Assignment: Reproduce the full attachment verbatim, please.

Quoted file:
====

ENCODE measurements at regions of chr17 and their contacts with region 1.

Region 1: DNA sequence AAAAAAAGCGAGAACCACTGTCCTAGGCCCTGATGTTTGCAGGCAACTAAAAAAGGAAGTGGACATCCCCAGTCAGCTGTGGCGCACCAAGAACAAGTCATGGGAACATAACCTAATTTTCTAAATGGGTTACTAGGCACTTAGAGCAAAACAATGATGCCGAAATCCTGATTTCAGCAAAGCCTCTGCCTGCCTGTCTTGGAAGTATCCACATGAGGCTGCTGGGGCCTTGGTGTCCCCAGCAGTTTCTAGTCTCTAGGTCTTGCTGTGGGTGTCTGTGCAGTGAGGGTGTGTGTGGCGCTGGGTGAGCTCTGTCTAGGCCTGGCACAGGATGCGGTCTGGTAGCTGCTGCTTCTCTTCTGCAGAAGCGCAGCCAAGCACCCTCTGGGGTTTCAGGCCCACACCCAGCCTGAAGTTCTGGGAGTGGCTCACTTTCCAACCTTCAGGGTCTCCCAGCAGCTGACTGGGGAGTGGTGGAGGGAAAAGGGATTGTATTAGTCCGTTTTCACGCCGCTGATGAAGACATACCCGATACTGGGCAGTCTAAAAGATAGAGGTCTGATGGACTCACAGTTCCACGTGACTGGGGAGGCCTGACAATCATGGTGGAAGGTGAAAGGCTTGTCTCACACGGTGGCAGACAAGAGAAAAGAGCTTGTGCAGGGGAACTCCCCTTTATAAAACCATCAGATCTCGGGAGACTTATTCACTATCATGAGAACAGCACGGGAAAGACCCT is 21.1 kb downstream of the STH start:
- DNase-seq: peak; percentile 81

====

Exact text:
ENCODE measurements at regions of chr17 and their contacts with region 1.

Region 1: DNA sequence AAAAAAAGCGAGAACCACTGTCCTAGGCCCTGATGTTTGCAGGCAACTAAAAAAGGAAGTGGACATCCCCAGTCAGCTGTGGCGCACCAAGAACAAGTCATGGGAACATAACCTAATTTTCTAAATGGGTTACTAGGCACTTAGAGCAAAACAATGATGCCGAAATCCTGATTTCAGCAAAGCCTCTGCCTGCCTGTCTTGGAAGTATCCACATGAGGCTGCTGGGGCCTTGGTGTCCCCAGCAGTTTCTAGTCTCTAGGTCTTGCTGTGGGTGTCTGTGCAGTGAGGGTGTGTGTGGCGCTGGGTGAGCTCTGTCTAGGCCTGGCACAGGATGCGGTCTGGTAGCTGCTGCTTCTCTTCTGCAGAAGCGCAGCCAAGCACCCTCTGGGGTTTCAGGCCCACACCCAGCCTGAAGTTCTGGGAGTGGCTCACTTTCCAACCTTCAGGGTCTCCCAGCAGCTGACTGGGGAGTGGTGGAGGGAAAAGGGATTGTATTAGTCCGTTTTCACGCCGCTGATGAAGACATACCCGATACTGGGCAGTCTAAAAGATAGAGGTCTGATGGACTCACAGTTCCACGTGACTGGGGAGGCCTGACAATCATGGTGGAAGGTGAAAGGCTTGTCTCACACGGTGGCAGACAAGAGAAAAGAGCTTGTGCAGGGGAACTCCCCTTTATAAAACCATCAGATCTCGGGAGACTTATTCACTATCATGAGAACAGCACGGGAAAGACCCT is 21.1 kb downstream of the STH start:
- DNase-seq: peak; percentile 81